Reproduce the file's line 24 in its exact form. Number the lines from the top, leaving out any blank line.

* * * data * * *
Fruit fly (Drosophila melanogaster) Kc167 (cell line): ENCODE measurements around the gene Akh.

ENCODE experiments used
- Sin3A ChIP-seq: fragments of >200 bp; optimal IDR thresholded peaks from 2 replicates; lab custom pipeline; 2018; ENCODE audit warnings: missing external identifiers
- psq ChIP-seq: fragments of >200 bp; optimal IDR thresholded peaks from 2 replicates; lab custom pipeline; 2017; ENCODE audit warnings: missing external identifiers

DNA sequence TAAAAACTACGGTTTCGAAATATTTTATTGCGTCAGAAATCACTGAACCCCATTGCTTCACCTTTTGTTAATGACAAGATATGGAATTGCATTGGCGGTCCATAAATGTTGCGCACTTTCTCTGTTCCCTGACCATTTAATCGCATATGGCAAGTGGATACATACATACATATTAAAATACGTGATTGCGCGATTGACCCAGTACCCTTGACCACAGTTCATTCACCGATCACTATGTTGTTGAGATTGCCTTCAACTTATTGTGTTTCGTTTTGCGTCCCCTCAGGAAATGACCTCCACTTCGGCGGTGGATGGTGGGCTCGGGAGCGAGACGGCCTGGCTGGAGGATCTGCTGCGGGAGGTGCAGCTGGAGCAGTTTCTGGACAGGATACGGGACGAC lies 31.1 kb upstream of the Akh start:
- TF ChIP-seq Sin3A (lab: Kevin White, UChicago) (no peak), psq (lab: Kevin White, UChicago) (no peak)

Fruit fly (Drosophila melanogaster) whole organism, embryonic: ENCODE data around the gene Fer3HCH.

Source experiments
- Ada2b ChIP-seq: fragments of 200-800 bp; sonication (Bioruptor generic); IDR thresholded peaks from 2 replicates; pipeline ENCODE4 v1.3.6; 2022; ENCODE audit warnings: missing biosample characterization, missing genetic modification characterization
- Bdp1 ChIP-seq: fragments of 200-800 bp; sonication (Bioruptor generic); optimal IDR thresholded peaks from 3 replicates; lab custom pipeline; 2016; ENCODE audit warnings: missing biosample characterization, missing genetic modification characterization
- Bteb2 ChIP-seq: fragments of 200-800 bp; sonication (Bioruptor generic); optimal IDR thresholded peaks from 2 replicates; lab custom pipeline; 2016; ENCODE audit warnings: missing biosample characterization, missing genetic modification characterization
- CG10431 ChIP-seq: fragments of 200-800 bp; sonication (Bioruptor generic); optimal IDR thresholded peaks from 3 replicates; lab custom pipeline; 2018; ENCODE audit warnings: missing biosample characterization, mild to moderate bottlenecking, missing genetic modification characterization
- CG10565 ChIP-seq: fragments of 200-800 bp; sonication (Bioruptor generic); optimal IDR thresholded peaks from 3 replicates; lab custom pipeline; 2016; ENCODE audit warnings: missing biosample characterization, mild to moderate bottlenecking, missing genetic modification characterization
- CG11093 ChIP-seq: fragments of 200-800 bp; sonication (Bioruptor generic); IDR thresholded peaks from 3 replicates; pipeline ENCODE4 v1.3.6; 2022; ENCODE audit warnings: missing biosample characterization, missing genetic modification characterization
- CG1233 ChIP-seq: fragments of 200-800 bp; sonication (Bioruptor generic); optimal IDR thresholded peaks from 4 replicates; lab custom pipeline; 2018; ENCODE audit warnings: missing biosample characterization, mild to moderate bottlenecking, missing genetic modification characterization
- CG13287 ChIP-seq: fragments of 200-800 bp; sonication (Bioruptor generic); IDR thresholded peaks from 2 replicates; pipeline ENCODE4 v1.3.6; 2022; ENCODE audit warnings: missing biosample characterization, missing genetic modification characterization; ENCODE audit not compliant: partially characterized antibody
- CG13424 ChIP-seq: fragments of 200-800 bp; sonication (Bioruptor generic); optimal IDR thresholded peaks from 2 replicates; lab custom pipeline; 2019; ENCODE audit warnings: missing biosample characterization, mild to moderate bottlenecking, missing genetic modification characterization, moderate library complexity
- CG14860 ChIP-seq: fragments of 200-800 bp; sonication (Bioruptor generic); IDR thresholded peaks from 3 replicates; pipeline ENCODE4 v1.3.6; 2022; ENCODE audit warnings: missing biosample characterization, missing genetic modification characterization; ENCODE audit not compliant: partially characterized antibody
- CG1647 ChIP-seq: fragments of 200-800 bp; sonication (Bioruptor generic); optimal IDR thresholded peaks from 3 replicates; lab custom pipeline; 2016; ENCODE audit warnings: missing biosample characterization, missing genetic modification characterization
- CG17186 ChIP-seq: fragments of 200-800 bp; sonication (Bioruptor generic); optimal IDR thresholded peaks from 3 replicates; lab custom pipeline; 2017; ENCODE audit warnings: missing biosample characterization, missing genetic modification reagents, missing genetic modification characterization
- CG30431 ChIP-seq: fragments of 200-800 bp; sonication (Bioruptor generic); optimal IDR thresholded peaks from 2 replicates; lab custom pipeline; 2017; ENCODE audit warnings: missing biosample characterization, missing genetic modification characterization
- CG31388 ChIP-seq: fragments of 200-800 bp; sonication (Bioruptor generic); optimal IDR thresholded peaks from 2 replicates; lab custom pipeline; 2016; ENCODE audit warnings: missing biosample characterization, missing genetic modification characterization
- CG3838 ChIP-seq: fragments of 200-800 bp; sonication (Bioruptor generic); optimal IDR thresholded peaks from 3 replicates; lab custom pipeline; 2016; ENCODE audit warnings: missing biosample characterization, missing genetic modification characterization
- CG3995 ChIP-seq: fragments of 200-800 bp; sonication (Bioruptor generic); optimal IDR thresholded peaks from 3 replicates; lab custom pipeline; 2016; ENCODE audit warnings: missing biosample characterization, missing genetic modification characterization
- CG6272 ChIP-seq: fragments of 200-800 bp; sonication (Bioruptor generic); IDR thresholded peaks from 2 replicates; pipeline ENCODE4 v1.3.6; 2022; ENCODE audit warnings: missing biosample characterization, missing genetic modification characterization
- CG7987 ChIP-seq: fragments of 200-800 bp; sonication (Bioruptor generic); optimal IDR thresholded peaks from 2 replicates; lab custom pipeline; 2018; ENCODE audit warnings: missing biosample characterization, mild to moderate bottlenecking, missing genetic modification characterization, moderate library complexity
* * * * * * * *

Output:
- CG3995 ChIP-seq: fragments of 200-800 bp; sonication (Bioruptor generic); optimal IDR thresholded peaks from 3 replicates; lab custom pipeline; 2016; ENCODE audit warnings: missing biosample characterization, missing genetic modification characterization